Cherry shrimp vs rili shrimp - Unfertilized eggs - The Planted Tank Forum
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post #1 of 16 (permalink) Old 01-18-2020, 12:57 AM Thread Starter
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Question Cherry shrimp vs rili shrimp - Unfertilized eggs

Hi there.

I want some shrimps in my aquariums, but my main reasons for buying them is :

1. Algae on plants
2. Eating/taking care of unfertilized eggs (leaving fertilized eggs alone)

I've heard that Cherry Shrimp was perfect for this, as they wouldent touch fertilized eggs?. Is this the same case for rili shrimp?
Im breeding goldfish and i'd love to have some shrimpies taking care of business (unfertilized eggs), just need to be sure they won't eat the good eggs aswell.

Thanks for any input!
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post #2 of 16 (permalink) Old 01-18-2020, 01:31 AM
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Rili shrimp are a color of cherry shrimp. No different than say, a black labrador vs a yellow or chocolate labrador.

Goldfish however would eat shrimp.


I have heard that shrimp will eat eggs of fish, but I haven't bred any egg layers so can't say from experience. Can say that amanos may be better at taking care of algae than cherry shrimp.... but it's always a good idea to try and figure out why you are getting algae and correct the issue rather than trying to fix the symptom of the problem.
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post #3 of 16 (permalink) Old 01-18-2020, 01:44 AM Thread Starter
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Originally Posted by Zoidburg View Post
Rili shrimp are a color of cherry shrimp. No different than say, a black labrador vs a yellow or chocolate labrador.

Goldfish however would eat shrimp.


I have heard that shrimp will eat eggs of fish, but I haven't bred any egg layers so can't say from experience. Can say that amanos may be better at taking care of algae than cherry shrimp.... but it's always a good idea to try and figure out why you are getting algae and correct the issue rather than trying to fix the symptom of the problem.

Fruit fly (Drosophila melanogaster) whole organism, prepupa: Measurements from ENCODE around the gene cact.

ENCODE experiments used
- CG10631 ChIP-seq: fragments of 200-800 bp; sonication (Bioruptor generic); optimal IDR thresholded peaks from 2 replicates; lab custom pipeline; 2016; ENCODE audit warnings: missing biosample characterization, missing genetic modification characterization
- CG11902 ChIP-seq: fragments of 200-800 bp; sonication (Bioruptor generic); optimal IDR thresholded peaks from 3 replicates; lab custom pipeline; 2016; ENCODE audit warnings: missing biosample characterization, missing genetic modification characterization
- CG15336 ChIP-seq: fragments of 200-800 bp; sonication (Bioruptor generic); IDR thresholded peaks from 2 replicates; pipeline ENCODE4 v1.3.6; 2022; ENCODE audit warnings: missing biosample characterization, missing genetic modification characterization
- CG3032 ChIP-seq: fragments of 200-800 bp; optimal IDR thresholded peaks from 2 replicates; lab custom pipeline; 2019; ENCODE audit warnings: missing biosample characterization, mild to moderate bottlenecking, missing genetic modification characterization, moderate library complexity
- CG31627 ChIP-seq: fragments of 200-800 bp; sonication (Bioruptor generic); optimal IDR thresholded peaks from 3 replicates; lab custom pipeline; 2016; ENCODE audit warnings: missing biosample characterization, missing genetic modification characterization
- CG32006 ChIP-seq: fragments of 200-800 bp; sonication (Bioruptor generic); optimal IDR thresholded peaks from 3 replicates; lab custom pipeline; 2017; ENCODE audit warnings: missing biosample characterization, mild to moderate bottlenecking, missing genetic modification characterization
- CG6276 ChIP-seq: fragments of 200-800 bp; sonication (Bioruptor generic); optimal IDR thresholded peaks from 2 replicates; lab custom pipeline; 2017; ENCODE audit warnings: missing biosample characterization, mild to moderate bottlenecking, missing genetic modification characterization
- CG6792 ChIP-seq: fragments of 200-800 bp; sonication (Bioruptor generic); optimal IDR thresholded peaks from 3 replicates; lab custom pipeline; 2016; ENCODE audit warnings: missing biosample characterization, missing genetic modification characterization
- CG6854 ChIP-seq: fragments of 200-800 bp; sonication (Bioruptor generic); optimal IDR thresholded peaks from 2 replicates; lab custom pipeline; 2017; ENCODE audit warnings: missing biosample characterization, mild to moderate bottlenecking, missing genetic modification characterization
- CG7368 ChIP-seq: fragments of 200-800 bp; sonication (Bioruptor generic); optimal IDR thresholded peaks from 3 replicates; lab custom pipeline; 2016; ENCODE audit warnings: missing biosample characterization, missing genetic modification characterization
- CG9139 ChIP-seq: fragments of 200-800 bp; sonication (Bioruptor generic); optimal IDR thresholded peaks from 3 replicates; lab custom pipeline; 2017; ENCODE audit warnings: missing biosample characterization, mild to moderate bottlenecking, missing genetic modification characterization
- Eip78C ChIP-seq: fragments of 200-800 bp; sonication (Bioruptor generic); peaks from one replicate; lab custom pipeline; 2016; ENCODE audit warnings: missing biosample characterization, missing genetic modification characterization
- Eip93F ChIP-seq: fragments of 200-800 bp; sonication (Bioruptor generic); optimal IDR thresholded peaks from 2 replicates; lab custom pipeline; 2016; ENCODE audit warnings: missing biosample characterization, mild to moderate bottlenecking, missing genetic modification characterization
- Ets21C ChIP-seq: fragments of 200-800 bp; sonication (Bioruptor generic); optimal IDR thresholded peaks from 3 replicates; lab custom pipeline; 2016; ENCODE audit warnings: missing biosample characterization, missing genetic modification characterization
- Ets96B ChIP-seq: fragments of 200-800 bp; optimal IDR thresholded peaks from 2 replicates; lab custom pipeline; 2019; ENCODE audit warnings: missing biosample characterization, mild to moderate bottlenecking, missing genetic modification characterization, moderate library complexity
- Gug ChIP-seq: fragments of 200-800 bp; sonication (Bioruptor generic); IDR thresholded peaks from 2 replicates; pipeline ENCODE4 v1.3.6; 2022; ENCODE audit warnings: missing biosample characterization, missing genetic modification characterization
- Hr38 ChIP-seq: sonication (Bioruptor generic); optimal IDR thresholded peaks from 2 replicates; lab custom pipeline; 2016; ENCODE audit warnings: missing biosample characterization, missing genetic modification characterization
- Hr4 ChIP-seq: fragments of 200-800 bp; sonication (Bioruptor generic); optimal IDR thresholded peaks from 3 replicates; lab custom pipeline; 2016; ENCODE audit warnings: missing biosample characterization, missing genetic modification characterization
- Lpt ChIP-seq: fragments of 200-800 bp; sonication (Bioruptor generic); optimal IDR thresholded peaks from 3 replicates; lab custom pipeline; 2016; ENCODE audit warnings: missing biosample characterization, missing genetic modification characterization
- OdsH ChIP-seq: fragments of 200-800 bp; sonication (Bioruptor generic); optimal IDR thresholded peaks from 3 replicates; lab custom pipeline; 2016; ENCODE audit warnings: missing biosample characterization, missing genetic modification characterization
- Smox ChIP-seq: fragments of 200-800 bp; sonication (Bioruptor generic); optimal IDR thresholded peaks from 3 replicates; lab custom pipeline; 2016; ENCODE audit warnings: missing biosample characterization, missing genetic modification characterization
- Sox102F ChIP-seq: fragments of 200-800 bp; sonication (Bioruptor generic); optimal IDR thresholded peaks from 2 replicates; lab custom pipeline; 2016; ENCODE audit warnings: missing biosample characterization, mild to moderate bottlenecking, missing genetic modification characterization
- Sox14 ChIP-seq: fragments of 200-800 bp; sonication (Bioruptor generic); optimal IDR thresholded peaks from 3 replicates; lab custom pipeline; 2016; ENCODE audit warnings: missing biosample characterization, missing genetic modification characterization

The goldfish wont be in the same tank, every batch of eggs are transfered to a seperate tank where i'd like to keep these shrimps. (main goal eat unfertilized eggs)
I know the cause of the algae, too much lighting, this has been fixed but the algae is still present so would be nice to have something to fix this aswell (different tank).

So basicly what your saying is that Rili shrimp is the same as cherry, they are in effect the same species and perform the same tasks?

Thanks alot for the reply Zoidburg!
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post #4 of 16 (permalink) Old 01-18-2020, 06:01 AM
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That's what I thought!

I don't know that shrimp can tell the difference between fertilized and unfertilized eggs though.

Yes, rili is just a cherry of another color. They come in many colors, from various blues, yellows, oranges, yellows, greens to black, brown, dark red, ruby red, clear white (sort of... different but similar species?), etc. Not purple or pink though!
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post #5 of 16 (permalink) Old 01-18-2020, 11:07 AM Thread Starter
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That's what I thought!

I don't know that shrimp can tell the difference between fertilized and unfertilized eggs though.

Yes, rili is just a cherry of another color. They come in many colors, from various blues, yellows, oranges, yellows, greens to black, brown, dark red, ruby red, clear white (sort of... different but similar species?), etc. Not purple or pink though!

Tbh it's news to me aswell, this is a quote from a goldfish breeding website:

"You can add shrimp to the tank (cherry shrimp, ghost shrimp or others).

They know how to pick out the bad eggs and eat them Ė but they donít mess with the good ones."
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post #6 of 16 (permalink) Old 01-18-2020, 04:30 PM
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My only thought is that maybe the bad eggs (fertilized or otherwise) are literally going bad where-as the good eggs remain fresh. Therefore, the shrimp are more drawn to those eggs that are going bad.

Otherwise, not the slightest idea!
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post #7 of 16 (permalink) Old 01-18-2020, 05:05 PM
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The bad eggs will developed fungus and stuff very quickly. This is probably what the shrimps are after. Essentially the eggs are dead if unfertilized and we all know how shrimps like dead stuff.